Evangelicalism’s Gender Trouble

Note: This is Part 2 of a series on sex abuse in American Protestant denominations.

Abuse scandals, as they are articulated by survivors, reflect certain commonalities that bear further examination. These cover ups rely on silence, enforced on subjects by religious leadership. The agency of survivors is not acknowledged or encouraged. In fact, they aren’t really considered ‘survivors’ or even victims by ministry leaders. When sexual activity is elevated to the level of a sacred act, sexual abuse is located on a spectrum of spiritual offenses: it is a sin as well as a violation of secular law. This is not necessarily unique. Theft, assault and battery, murder–no Protestant would deny that these simultaneously function as sins and crimes. So why, then, do ministries like Sovereign Grace and ABWE cover up sexual abuse?

First, it’s important to understand that in the United States, Protestant denominations are not ruled by anything that resembles Catholicism’s canon law or Islamic sharia. For that reason, church discipline in Protestant churches as I’ve witnessed it is a more organic affair, and is typically decided by how an individual congregation’s leadership team interprets Scripture on a specific issue. There are therefore distinctions in the ways church discipline is decided and applied, even within the same denominations. Nevertheless, in most churches, church discipline does not function as an alternative to secular law.

These abuse cover ups are really notable, then, for the gender politics they reveal. The leadership of Sovereign Grace Ministries is entirely male. At ABWE, the president and twenty of its twenty-two board members are male. My alma mater, Cedarville University, boasts forty trustees and trustees emeriti total; of that number, five are female. The General Association of Regular Baptist Churches (GARBC), which boasts strong ties to both ABWE and (despite its 2006 decision to officially sever ties) to the leadership of Cedarville University, is governed by the all-male Council of Eighteen. Less information is available about the leadership of New Tribes Mission, but according to victim accounts, sexual abuse was perpetrated by men on minor girls, and the leadership of the mission board also appears predominately male.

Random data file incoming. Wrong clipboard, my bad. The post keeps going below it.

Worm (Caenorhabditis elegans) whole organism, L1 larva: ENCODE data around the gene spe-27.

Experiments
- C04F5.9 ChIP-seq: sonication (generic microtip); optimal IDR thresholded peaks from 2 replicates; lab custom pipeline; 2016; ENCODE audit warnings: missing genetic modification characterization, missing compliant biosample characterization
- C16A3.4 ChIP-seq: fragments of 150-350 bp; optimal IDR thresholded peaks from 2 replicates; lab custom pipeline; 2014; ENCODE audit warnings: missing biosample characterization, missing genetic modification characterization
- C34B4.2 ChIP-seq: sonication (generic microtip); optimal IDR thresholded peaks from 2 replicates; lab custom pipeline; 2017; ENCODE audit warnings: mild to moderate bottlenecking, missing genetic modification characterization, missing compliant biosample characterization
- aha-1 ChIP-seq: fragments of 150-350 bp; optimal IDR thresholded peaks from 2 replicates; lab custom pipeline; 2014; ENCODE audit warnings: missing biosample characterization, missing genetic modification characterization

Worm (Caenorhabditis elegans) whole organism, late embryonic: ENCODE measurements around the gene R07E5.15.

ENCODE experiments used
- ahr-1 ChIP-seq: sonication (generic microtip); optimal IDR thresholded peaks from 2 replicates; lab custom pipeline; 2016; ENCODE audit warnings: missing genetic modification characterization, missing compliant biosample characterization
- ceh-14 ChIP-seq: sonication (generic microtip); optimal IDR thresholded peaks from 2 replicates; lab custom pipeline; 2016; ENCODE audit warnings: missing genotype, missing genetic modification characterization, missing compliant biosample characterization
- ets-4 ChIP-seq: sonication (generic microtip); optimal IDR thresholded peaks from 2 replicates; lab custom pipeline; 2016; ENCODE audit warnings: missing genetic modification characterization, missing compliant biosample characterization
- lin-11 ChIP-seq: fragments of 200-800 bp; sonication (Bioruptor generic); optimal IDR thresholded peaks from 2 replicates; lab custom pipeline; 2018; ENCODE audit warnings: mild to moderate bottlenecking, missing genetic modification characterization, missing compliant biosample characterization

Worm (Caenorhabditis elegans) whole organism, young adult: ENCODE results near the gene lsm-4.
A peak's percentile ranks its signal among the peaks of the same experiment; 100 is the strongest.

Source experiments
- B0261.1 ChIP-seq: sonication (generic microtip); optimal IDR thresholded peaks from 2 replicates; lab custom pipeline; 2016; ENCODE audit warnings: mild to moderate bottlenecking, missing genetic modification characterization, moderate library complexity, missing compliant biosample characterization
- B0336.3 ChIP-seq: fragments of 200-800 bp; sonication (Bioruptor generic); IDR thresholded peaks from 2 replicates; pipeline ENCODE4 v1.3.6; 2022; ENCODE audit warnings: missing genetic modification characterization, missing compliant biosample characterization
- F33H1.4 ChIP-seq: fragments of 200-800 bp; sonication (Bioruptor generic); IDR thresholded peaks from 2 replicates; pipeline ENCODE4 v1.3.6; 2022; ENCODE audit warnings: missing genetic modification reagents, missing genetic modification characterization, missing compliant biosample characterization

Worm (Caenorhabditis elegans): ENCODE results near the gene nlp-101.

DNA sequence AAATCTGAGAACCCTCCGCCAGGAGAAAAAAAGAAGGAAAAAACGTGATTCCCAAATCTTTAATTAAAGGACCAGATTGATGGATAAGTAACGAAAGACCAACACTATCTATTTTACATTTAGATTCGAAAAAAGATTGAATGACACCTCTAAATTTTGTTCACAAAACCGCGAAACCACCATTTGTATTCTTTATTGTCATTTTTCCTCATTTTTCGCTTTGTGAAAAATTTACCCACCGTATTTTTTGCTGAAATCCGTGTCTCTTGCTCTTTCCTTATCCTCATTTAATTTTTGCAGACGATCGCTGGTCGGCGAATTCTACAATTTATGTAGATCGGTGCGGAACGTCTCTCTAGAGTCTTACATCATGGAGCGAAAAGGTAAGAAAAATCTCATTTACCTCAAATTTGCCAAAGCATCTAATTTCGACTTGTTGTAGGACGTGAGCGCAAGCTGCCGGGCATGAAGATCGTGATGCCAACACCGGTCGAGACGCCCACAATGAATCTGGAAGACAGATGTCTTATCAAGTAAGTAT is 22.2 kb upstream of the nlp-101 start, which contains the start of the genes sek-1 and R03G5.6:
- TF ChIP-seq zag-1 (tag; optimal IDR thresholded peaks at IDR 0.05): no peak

This means that in each of the cover ups I covered in my previous post, the campaign of silence has been initiated and enforced by a demographic disproportionately less likely to personally experience sexual abuse. This, again, is not surprising; it should shock no one that a socially privileged group participates in the active marginalization of another, less privileged group. But in these conservative ministries, the belief that women are doctrinally obligated to submit to male authorities validates this marginalization. If women are obligated to submit, then their voices, their agency, is intrinsically inferior to male agency. And men who are victimized by other men are not exempt from this. The homophobia rampant in conservative evangelicalism and fundamentalism is influenced by the belief that same-sex relationships are ‘unnatural.’ Men abused by other men, whether gay or straight, have been forcibly located in the submissive role assigned to women.

Women must submit, but the basis for this submission extends beyond a literalist interpretation of the Bible: they are also considered dangerous. The purity culture so beloved by conservative evangelicals and fundamentalists sexualizes women by identifying them as the gatekeepers of sexual behavior. Simultaneously, it characterizes men as sexual aggressors, engaged in a constant battle for their sexual purity. Immodest women are ‘stumbling blocks’ or human obstacles to a man’s ability to practice holy behavior. The responsibility for sexual purity is therefore placed almost entirely on women. If a woman rejects this role, whether by engaging in consensual sex or by speaking openly about sexual abuse, she upsets a binary that sustains the male leadership of the conservative evangelical and fundamentalist communities.

The result? Cover ups. Silence. A preference for internal solutions–church discipline–over external legal action. Until these conservative ministries challenge their toxic gender politics, there will be no true justice for abuse survivors. They are victimized twice, first by their abusers and again by a culture that expects their silence.


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